When you're brought to Washington D.C. for a movie called White House Down, and given the chance to step in front of a very fancy camera that right in front of the actual White House-- come on, are you going to say no? Sean and I weren't ready to do the traditional kind of "stand-up," usually reserved for TV interviews on the scene of whatever junket they're attending, but in classic laid-back Cinema Blend style, we used the very fancy cameras to record a video blog review of the movie we were there in Washington to see.
Our rule here is that, if you're sent to a faraway location to do interviews for a movie (D.C. is just a short train ride from New York, but bear with us), you don't get to write the review. That's partly why reviewing duties went to Eric, who called the movie "a bloated, predictable political thriller that far too often forgets about what should be the film’s real central focus: the hero." As you can tell, we disagree (and that was even before I sat in a room with Channing Tatum, we promise!) In classic Roland Emmerich fashion, it's a movie filled with some unintentional laughs, with a lot of over-the-top action sequences, on-the-nose lines of dialogue and plot twists that are just a little too crazy to believe (the central villain's motivation, to put it kindly, is a little crazy). But a lot of these are things that you absolutely want to see in a summer popcorn movie, and White House Down got more response from the audience than either of us have seen at all this summer. Remember how near the end of Man of Steel everyone in the theater was silent, agog at the destruction Zod and Superman were bringing to Metropolis? At the end of White House Down, everyone in the audience is out of their seats and cheering. It's basically like the end of Independence Day, except it's actually happening inside your theater.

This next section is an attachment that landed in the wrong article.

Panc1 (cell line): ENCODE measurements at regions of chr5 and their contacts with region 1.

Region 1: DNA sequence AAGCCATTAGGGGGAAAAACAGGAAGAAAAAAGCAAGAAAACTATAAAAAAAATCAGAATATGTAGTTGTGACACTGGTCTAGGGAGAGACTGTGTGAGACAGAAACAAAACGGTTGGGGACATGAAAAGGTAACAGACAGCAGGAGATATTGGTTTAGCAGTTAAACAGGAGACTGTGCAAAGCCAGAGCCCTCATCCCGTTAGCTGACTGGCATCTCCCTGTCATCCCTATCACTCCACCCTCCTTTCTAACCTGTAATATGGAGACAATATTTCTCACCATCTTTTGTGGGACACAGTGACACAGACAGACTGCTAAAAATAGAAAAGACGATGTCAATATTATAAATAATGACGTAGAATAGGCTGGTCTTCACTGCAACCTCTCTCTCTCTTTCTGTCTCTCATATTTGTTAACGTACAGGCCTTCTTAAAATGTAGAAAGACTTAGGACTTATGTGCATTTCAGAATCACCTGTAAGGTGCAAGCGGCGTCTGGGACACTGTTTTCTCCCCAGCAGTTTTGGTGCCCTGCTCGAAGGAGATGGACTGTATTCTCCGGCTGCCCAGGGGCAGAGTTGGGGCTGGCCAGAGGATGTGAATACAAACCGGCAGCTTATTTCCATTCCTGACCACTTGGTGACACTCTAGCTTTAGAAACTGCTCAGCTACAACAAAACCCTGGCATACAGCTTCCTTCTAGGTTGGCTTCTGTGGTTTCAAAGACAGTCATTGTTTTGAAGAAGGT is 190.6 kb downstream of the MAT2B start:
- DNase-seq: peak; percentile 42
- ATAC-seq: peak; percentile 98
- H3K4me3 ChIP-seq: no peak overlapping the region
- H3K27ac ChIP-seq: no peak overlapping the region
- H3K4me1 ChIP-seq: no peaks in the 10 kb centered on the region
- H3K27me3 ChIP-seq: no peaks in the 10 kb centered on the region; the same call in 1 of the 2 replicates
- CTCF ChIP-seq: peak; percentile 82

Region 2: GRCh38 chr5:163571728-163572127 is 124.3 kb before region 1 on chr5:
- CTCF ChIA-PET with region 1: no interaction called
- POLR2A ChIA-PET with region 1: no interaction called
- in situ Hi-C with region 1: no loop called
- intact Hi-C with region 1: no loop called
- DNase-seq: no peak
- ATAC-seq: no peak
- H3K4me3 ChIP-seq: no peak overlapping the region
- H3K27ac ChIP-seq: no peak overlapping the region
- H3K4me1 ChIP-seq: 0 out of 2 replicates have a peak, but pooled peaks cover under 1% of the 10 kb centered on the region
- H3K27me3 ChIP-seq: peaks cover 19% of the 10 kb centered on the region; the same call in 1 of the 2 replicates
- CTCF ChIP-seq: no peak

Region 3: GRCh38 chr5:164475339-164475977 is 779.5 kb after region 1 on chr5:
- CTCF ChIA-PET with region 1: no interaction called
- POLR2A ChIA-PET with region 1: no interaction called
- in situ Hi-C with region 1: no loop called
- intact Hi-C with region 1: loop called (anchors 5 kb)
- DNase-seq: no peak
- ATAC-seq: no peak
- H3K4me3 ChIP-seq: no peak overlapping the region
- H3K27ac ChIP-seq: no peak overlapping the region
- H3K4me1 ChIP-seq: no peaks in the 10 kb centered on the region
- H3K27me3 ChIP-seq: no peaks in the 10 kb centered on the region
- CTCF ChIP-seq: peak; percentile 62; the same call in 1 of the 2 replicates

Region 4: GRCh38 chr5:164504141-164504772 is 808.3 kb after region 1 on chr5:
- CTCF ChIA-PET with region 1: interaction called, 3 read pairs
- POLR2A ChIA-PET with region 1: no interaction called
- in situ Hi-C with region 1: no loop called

For more on White House Down you can check back later to see Katey's interview with the cast, or catch up on Kristy's report from the set, where she was amazed by how quickly the movie got going and how Channing Tatum kept up his energy by dancing between takes. Kristy also wrote up a hilarious GIF review, representing all those cheering moviegoers with a few moving images of Despicable Me minions and Adam Scott dancing on Parks & Recreation. If you go see White House Down this weekend, your face might look exactly like that too.
And now that you've watched us yammer on, it's your turn to speak up! Vote in the poll below and let us know what you thought of the movie, and then jump into the comments to discuss the film with spoilers. This is also a great spot to share your favorite, most ridiculous lines of dialogue. My pick is "I choose the pen!" How about yours?
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